Monday, November 08, 2004

Kentucky Supreme Court Case Explores Standard of Review

From Barry Miller, our Kentucky correspondent:

Miller v. Eldridge, No. 2001-SC-0628-DG (Ky. Oct. 21, 2004), arose from a claim of medical malpractice against Dr. Miller. Plaintiff alleged that Dr. Miller negligently conducted an angiography, causing the death of his 31-year-old wife. In the course of the angiography, Dr. Miller had to pass a guidewire through a possibly occluded artery. An expert for plaintiff, Dr. Skinner, stated his theory that during the operation Dr. Miller passed the guidewire through a clot, causing the clot to break up. Dr. Skinner also believed that a later injection of dye by Dr. Miller caused some of the pieces of the clot to travel against the normal flow of blood until they lodged in an artery near the brain, and formed an occlusion that caused death.

Dr. Miller retained Bruce Taylor, a biomedical engineer and a Ph.D. in physiology, to challenge plaintiff’s expert. Taylor stated that Dr. Skinner’s theory violated fundamental laws of movement, and developed computer models and “benchtop” models to illustrate the flaws he saw in that theory. Plaintiff sought a Daubert hearing. After that hearing, without entering findings of fact, the trial court found that Taylor could testify but that he could not use the benchtop models. After the jury returned a defense verdict, plaintiff appealed on the grounds that Taylor’s testimony should not have been permitted under Daubert.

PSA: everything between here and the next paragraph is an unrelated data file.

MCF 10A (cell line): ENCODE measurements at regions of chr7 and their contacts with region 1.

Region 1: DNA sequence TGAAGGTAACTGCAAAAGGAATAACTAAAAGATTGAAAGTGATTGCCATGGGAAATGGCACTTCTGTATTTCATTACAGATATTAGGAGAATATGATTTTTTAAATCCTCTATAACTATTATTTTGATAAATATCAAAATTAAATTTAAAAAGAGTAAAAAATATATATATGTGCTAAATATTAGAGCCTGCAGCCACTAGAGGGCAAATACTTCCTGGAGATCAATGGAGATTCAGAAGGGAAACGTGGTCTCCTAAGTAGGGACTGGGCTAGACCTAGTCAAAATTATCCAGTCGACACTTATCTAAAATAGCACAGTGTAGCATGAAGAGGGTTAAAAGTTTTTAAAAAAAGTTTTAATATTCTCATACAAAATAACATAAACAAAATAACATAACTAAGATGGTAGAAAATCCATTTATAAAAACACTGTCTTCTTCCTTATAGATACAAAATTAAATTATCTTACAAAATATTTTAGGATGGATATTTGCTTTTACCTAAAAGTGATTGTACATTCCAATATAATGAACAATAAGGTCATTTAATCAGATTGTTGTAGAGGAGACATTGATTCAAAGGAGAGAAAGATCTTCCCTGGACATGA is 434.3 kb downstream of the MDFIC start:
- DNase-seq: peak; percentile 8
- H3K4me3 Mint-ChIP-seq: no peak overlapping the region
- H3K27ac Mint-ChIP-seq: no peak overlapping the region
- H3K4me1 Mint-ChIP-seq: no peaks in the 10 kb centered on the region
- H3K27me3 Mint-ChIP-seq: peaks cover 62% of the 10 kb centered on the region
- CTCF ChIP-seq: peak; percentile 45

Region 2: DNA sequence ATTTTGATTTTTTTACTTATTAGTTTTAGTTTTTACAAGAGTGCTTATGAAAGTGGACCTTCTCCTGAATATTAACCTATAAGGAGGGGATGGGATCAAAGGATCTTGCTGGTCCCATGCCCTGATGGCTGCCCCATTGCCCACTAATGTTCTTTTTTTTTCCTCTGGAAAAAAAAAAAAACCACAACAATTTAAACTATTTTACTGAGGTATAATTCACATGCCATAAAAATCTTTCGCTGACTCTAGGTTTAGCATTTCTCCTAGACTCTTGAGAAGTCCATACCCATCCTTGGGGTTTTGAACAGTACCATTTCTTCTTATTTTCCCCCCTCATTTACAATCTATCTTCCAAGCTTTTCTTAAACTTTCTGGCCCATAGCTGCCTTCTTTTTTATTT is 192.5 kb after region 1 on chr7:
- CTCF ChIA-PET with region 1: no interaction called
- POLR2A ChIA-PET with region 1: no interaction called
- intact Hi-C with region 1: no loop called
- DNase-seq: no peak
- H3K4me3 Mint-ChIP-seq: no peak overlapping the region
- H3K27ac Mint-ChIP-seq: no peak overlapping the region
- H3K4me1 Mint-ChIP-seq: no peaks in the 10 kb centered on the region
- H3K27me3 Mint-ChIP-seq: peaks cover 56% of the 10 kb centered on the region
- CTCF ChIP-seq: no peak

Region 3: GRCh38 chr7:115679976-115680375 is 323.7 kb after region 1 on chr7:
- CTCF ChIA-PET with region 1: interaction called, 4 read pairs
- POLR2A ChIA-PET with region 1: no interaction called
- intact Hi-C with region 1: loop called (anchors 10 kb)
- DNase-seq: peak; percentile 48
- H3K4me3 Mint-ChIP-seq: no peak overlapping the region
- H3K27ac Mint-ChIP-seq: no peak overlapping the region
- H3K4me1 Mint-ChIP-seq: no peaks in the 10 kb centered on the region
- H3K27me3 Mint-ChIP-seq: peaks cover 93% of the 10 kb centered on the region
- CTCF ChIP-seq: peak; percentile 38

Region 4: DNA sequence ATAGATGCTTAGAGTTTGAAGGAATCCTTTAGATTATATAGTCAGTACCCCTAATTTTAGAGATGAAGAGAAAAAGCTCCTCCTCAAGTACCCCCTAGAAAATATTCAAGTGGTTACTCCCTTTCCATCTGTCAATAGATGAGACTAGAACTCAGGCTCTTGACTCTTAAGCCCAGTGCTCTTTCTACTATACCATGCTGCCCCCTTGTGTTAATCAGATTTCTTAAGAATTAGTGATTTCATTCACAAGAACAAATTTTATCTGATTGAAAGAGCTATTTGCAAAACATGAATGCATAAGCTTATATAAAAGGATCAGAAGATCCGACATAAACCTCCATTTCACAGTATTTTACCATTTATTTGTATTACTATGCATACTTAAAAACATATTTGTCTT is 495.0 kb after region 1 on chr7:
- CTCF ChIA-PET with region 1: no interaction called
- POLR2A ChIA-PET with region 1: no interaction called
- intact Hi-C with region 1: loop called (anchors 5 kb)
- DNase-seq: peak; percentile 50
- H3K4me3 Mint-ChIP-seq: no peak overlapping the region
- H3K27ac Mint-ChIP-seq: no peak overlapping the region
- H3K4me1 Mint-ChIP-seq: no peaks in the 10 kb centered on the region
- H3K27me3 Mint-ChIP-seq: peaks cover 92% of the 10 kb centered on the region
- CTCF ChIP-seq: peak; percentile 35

The Court of Appeals reversed the trial court because of Taylor’s testimony. The Supreme Court reversed and upheld the trial court after a scholarly discussion of the proper standards for review in a Daubert action:

(1) The trial court’s decision about the reliability of the expert’s testimony is fact-based, and therefore must be reviewed under a clearly-erroneous standard.

(2) The decision whether the expert’s testimony is admissible because it will assist the jury must be reviewed under an abuse-of-discretion standard.

The Court also addressed the timing of each review: “Because the findings of fact that Daubert rulings are based on are preliminary in nature-the ultimate decision as to admissibility depends on these findings-an error that is alleged in the trial court's findings of fact must be reviewed for clear error before the appellate court can reach the discretionary aspects of the trial court's decision.”

The Supreme Court said that the Court of Appeals’ error proceeded from the fact that the trial court had not entered findings of fact on the Daubert hearing. Thus, though the Court of Appeals purported to conduct a review for clear error, it actually conducted a de novo review by “reviewing Taylor’s written report and his trial testimony, then applying Daubert’s relevancy and reliability factors to the testimony.” This approach failed to give proper deference to the trial court, which is in the best position to evaluate evidence: “Appellate courts must recognize the unfortunate but necessary corollaries of deference to the trial court: that it is possible for the trial court to rule contrary to what an appellate court would rule without abusing its discretion or being clearly erroneous, and that an appellate court is powerless to disturb such rulings.”